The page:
Will it be poutine or perseverance in the face of fear?
by Judy Smith
Don’t you just hate it when somebody tells you that you need to get more exercise? Worse yet, you’re just about to dig into a large serving of poutine with all the trimmings and a “friend” chooses that precise moment to suggest that you should take up jogging.
We don’t like it when someone tells us what to do, especially when it comes to exercising. This is my body, we seem to be saying. What I do with it is my business, not yours. Sometimes our reaction to advice is in direct proportion to the intensity of the advice: the more someone insists that we must exercise, the more we insist that we can’t – or won’t.
We are inundated by ads in the media, by advice from doctors and other health care workers, and by kindly intentioned hints from friends and family. We know that exercise is good for us. We know what we should be doing, and why. Each of us also has a myriad of reasons for not exercising, and no one can break down that resistance except ourselves. In other words, each of us, in our own way and in our own time, will make the decision to take care of our body, or not. No one else can do it for us.
I was a klutz as a child. In a culture which determined character by excellence in sports, I was a complete failure and lived with constant embarrassment. The lack of physical activity caught up with me in my mid-twenties, as I suffered from increasingly debilitating back pain which I coped with by taking too many pain killers. Many people tried to tell me what to do about it, but it wasn’t until my early thirties that I was more or less forced into activity.
My daughter was 9 years old when I decided that she would not suffer from the fear of water that I had, and enrolled her in swimming lessons. She cried all the way to the aquatic centre for her first lesson. Terrified, she shivered constantly and panicked when the instructor made her get into deep water. Forcing her out of the house for her second lesson, I thought, “Why am I doing this to her? I am making my daughter live my life for me. It should be me taking lessons.” I talked to my daughter’s instructor and had her assigned to a lower class level so she could ease into the water more slowly. While she relaxed into her new class, I enrolled in a class called “Scared-y Cats” for adults like myself. And I watched.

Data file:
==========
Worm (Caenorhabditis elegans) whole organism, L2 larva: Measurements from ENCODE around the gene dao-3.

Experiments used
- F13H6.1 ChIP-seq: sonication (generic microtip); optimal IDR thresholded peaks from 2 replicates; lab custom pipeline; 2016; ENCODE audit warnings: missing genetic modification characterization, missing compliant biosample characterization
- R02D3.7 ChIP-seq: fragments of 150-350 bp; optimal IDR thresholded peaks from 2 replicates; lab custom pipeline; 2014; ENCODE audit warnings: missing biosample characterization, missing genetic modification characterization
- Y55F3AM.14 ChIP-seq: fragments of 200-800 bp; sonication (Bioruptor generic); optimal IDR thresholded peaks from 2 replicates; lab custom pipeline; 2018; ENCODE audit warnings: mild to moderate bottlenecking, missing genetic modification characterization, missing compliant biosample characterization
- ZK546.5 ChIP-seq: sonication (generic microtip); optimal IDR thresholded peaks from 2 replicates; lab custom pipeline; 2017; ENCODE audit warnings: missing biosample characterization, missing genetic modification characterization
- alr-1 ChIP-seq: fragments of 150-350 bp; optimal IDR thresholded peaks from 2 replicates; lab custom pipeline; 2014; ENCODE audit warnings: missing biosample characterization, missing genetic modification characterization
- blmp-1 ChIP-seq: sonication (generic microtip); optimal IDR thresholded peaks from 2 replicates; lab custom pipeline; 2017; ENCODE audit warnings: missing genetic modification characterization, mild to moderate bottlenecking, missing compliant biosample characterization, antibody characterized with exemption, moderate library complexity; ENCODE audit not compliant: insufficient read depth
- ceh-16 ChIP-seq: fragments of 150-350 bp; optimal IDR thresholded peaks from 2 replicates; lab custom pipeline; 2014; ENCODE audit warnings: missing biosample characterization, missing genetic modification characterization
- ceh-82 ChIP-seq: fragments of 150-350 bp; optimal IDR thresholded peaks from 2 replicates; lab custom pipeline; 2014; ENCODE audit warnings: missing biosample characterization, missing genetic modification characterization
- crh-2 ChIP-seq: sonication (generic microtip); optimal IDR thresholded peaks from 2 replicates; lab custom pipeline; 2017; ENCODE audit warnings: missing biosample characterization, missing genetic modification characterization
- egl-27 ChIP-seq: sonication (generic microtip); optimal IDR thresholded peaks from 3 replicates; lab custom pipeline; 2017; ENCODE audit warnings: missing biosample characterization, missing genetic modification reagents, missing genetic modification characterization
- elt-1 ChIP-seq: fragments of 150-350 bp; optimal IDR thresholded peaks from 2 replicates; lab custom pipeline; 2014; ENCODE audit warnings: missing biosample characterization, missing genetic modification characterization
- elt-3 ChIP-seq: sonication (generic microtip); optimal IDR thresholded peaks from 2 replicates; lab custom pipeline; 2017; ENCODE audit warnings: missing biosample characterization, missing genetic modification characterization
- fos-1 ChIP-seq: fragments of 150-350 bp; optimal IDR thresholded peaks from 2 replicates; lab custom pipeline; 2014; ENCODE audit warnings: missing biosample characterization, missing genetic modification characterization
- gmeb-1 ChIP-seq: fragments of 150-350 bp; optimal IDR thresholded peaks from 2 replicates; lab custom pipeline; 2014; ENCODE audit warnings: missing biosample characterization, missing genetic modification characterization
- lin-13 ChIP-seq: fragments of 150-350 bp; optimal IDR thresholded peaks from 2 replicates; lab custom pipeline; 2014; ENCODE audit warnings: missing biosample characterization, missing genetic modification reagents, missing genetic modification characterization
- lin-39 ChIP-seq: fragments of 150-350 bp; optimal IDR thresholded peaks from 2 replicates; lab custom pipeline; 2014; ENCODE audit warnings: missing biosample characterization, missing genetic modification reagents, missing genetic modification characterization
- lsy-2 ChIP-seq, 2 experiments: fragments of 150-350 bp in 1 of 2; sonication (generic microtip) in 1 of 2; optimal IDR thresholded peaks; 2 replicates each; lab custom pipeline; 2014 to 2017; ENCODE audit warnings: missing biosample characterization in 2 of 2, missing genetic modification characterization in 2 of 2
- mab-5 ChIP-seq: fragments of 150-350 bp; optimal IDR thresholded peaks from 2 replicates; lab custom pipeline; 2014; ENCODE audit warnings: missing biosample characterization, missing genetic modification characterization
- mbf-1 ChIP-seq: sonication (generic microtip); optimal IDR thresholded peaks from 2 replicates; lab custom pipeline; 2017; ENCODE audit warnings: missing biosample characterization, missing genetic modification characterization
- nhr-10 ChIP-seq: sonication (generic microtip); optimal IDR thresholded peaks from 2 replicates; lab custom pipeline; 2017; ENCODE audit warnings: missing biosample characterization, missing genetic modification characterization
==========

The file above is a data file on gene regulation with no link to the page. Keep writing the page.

What were people wearing? What was the protocol in the change room? What did I need to bring with me? Just to make sure I was adequately prepared and would not feel embarrassed, I purchased an expensive and attractive swimming suit, a new make-up kit containing small plastic bottles of shampoo, conditioner and lotion, and a towel that matched my swimming suit. I was terrified to enter the water the first time, but the instructor was supportive and some of the other students were more terrified than I was. Gradually, I learned how to swim well enough so that I could enter water without fear. It wasn’t just the fear of water I had lost, however; I also lost the pain in my back and dependence on pain killers. Most importantly, I was having fun. Somewhere along the way, I lost the identity of being a klutz and I liked the new me.
Being forced into learning how to swim has helped me move more smoothly into other areas of fitness. The first time I walked into a fitness gym (I was over 50 at the time) and saw all those perfect, youthful bodies decked out in spandex, I almost turned tail and ran. Then I remembered what it was like when I first took swimming lessons: compared to that, I thought, learning how to lift weights would be a cinch.
The great poet Charles Olson once said that if we learn to do something well, we’ll never have to learn anything again. I think he meant that the process of learning is always the same, regardless of the skill or knowledge involved; we need only to learn one thing well and we can apply the same process to learning everything else. As seniors we have all been novices at something, some time, and we have (hopefully) learned at least one thing really well. Learning a new skill in the fitness arena is no different from learning a new job. Isn’t it better to be patient with ourselves while learning?
About the Author: Judy Smith is the author of Native Blood: Nursing on the Reservation (Oberon Press). Stay tuned for her monthly series designed for people who are entering a specific fitness program or exercising for the first time.